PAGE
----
This summer, I was contacted by the team at ScanScore about their latest update to their program, which was first released in 2018. ScanScore comes from the same company that makes Forte, a music notation program. I have never reviewed Forte as I haven’t personally used a Windows computer since 2008.
While I would have loved to review Forte, and the company was kind enough to offer a copy so that I could do so, I couldn’t do so. I have mentioned Forte on this blog in the past.
As previously mentioned, the team from ScanScore asked if I would be willing to check out their app. My immediate response was, “Sorry, I don’t have a Windows PC.” They were quick to reply to let me know that ScanScore is written for Windows and Mac, and there is even an iPhone app. Don’t get too excited about the app…it uses the phone an image scanner, and your computer still needs to do the heavy lifting on the ScanScore app. There are also different versions of the app if you need fewer features (from $39 to $179).
I use scanning, but I do so in very condensed bursts of time–preparing scores for my classroom, my own choirs, or for other choirs. If I’m making a ukulele lead sheet, I’ll do so from scratch most of the time (ukulele is my main focus outside of school these days). I haven’t really needed a scanning app since last January, and with choirs at school suspended for this academic year, I may not need to scan anything this academic year!
I have existing scanning tools that work very well for me. They include:
- PhotoScore (by Neuratron) (Mac or as a part of NotateMe on iOS) ($249 Win/Mac, $70 iOS)
- PlayScore 2 ($22.99 year)
- Sheet Music Scanner ($3.99)
- PDFtoMusicPro ($199)
If I need to scan anything, these apps are where I start. Sheet Music Scanner is step #1, then PlayScore 2 is step #2.
I have used PhotoScore, both on iOS and Mac less and less, and much of that goes back to problems with Mac OS Catalina. The last version of PhotoScore stopped working on Catalina, and an upgrade to PhotoScore that works is $99. I have struggled with the concept of paying $99 for an app that I use a few times a year. The accuracy of PhotoScore is very good most of the time. But every one of these apps will require clean-up work.
PDFtoMusic Pro is a wonderful app if you have a PDF that was published by a notation app. If so, PDFtoMusic Pro will generally read that PDF and convert it to MusicXML with great accuracy. If the PDF is a picture (scanned), PDFtoMusic Pro won’t work at all.
You’ll notice I don’t have SmartScore listed–I used to be an owner of SmartScore, but PhotoScore proved to be more accurate than SmartScore, at the same time that SmartScore’s upgrade prices drove me away. So I can’t offer you any current insights on SmartScore. Sorry.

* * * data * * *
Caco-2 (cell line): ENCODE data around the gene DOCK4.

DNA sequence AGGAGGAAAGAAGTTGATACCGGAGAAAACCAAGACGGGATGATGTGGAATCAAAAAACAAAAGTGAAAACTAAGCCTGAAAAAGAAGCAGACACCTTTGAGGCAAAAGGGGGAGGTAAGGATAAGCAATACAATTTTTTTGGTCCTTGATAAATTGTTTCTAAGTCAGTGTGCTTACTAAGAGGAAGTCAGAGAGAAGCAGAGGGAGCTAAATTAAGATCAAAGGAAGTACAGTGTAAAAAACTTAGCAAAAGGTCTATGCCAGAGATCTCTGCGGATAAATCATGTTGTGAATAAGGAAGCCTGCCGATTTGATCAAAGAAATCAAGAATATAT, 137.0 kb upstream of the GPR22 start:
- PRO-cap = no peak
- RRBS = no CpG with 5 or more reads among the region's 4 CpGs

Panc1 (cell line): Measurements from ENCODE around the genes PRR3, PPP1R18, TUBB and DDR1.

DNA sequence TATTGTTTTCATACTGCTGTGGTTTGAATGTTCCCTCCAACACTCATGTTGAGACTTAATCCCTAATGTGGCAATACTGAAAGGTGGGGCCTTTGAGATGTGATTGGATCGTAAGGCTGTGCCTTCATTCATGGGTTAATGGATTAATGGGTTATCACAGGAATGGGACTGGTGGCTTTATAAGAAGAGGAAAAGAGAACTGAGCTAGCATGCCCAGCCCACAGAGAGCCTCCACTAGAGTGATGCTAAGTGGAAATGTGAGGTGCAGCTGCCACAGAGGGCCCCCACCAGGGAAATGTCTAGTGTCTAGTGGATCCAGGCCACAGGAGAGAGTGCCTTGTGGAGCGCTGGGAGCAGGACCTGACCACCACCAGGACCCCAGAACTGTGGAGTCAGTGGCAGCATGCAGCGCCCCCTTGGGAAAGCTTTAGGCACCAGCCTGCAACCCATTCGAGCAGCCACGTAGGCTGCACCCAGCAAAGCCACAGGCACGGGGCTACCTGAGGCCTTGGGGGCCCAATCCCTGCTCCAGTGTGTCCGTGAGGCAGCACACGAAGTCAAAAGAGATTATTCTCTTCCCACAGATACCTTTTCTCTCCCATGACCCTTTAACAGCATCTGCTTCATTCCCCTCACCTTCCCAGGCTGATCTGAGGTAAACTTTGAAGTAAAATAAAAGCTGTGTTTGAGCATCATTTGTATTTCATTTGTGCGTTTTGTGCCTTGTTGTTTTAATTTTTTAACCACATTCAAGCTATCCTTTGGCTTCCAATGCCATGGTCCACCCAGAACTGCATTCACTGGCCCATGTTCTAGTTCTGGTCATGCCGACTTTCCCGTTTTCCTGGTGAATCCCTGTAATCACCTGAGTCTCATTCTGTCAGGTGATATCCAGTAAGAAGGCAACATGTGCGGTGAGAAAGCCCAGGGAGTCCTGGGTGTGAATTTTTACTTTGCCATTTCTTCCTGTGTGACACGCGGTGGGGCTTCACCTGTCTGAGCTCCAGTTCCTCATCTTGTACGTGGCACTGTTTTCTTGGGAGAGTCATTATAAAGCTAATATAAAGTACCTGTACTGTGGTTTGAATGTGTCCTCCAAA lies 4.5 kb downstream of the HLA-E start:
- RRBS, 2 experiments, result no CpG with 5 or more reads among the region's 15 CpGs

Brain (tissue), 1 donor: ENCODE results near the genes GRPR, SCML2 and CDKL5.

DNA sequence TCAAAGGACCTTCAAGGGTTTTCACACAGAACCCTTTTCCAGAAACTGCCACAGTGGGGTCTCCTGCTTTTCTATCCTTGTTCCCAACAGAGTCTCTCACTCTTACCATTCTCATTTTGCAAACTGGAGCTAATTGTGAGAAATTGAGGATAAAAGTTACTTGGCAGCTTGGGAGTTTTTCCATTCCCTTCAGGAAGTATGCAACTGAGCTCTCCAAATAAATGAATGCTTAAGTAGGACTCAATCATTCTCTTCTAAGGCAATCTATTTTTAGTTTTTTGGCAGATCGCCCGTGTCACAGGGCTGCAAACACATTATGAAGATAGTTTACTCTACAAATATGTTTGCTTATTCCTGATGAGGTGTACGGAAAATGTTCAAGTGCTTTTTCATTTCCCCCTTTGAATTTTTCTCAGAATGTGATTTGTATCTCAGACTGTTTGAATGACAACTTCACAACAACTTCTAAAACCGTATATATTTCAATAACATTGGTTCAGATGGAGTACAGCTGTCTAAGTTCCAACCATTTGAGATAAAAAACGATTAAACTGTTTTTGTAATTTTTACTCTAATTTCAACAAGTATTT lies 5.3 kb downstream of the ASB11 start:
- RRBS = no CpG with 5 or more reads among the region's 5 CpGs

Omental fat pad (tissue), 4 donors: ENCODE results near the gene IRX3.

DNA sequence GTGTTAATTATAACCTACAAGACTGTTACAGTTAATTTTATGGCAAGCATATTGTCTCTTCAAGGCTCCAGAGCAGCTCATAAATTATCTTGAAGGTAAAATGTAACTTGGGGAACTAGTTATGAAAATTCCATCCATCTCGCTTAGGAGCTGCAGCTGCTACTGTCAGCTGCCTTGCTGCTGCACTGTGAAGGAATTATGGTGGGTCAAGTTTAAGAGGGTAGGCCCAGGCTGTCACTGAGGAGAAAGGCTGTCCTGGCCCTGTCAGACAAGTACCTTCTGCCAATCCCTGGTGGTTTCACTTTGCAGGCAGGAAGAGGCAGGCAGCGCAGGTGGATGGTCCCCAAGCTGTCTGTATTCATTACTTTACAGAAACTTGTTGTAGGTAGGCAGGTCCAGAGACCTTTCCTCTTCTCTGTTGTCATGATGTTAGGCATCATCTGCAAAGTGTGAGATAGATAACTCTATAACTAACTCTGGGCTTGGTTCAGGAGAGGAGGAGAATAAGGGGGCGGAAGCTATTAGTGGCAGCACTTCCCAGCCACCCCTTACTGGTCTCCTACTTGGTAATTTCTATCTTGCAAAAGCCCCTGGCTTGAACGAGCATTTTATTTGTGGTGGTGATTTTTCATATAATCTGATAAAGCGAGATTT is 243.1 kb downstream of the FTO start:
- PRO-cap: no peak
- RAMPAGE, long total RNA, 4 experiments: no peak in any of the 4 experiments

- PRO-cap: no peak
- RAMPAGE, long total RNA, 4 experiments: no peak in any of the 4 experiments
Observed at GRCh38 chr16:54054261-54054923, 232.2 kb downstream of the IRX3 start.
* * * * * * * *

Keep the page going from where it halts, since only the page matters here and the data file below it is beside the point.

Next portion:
So…where does the new application, ScanScore, come in?
First, it is more affordable than PhotoScore, and attempts to recognize lyrics, as does PhotoScore. Second, it allows you to use your phone as a scanner and to send the image back to the program. And it brings your scan to an editor after scanning, much like PhotoScore.
So, how did it work? Again, I’m not in the scanning mode right now, so I’m creating an artificial comparison (something that really isn’t crucial to me on a need-to-get-it-done-as-quickly-as-possible basis). I decided to take a a version of Beethoven’s Moonlight Sonata from IMSLP, and to see how the programs did with it.
Here’s the original:
I scanned this with the various programs, exported the results as MusicXML (no corrections), and opened the MusicXML files in Notion. Here’s ScanScore…you can see that it didn’t handle the triplets, and did attempt to import the text:
How about some other programs? Here’s PhotoScore from my iPhone (I had to save the PDF as a photo first). It gets more of the triplets, less of the text. Measure 5 is an issue on all of the scanning applications. The Mac version might handle this a little differently, but again, I’m struggling to justify the $99 upgrade.
Here’s Sheet Music Scanner, the $4 app on iOS. Sheet music scanner doesn’t handle a lot–triplets is one of the things it doesn’t do…but if you think of the piece in 12/8…it works.
Since the original was computer generated, how about PDFtoMusic Pro? Overall, things look pretty good, but measure 5 is a mess.
And finally, how about the program that seemed to handle it the best–as a scan? Here’s PlayScore 2. It does strange things with the left hand, putting the whole notes in different voices.
How about some conclusions?
First, I’m glad ScanScore is out there as another option, at a lower price than some other competitors.
Second, it is nice to have another product that is attempting both Musical OCR and text OCR.
Third, expect clean-up with any scanning app. I like to do that clean-up in other apps that I already use (Notion, Finale) rather than in an application (which is offered in ScanScore, PhotoScore, or PDFtoMusic).
Fourth, I like the option to use a phone as a scanner.
And finally, I’m pretty sure ScanScore will take a look at this article and try to figure out what happened, learn from it, and improve the product. The score is from https://imslp.simssa.ca/files/imglnks/usimg/d/d0/IMSLP218185-PMLP01458-Beethoven_Op_27_No_2_I.pdf and as a free PDF resource, anyone is free to download it and try on their own software.
There is a lot of different types of scanning that will favor one score over another, and different scores offer different challenges. A lead sheet has different scanning challenges than a band director’s score, and a choral score has different challenges than a orchestra quintet. Sometimes, if I have to scan something, and Sheet Music Scanner or PlayScore 2 don’t work well, I’ll try other options. In other words, it is nice to have multiple options when you are doing a task.
Interested in ScanScore for your Windows PC or Mac? Visit: https://scan-score.com/en/